As West Virginia's sesquicentennial nears, plenty of debate will surround stormy events that occurred while the state was created. For example, Charleston lawyer George S. Patton became a Confederate commander whose 2,000 troops stalled Yankees on their way to seize a Confederate law library at Lewisburg in 1863. We said the fighting happened "at Lewisburg" -- but historian Terry Lowry points out that the incident is called the battle of White Sulphur Springs because it was at the nearby town. Also, we recounted reports that the Confederate Congress promoted Patton to general just before his death, but Lowry says no record of it can be found.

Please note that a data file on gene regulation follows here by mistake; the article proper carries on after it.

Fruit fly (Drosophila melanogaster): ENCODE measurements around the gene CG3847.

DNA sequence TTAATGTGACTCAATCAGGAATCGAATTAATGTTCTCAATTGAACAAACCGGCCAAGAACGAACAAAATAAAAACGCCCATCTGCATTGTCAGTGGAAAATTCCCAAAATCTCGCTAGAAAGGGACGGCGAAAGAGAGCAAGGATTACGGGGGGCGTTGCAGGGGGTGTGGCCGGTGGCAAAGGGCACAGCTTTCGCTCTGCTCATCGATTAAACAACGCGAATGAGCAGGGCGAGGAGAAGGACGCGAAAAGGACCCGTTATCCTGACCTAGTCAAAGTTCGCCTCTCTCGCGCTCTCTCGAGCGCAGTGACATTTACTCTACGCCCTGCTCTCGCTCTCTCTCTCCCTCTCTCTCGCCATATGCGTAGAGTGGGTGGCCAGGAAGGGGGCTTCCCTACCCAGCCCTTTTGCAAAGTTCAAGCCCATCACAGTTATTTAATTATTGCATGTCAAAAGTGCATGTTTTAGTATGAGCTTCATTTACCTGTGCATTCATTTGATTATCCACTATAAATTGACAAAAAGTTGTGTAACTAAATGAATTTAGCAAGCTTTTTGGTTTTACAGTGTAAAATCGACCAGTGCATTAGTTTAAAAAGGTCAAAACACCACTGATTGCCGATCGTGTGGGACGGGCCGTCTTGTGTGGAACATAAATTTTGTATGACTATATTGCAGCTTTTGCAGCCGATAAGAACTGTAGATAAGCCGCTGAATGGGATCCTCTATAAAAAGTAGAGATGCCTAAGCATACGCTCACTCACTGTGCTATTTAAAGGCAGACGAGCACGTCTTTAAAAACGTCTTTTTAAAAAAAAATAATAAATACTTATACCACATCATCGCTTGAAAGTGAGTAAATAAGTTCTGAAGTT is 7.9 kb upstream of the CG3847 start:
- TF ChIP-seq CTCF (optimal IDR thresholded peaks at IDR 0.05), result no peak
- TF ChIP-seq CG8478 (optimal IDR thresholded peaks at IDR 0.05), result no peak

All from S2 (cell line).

Charleston heart surgeon Jamal Khan wrote a lovely treatise on the simple joy and healing effect of green hills, shady ravines, trickling streams and other exquisite facets of nature. His message is especially apt for West Virginia, the most rural state, where nature engulfs nearly everyone.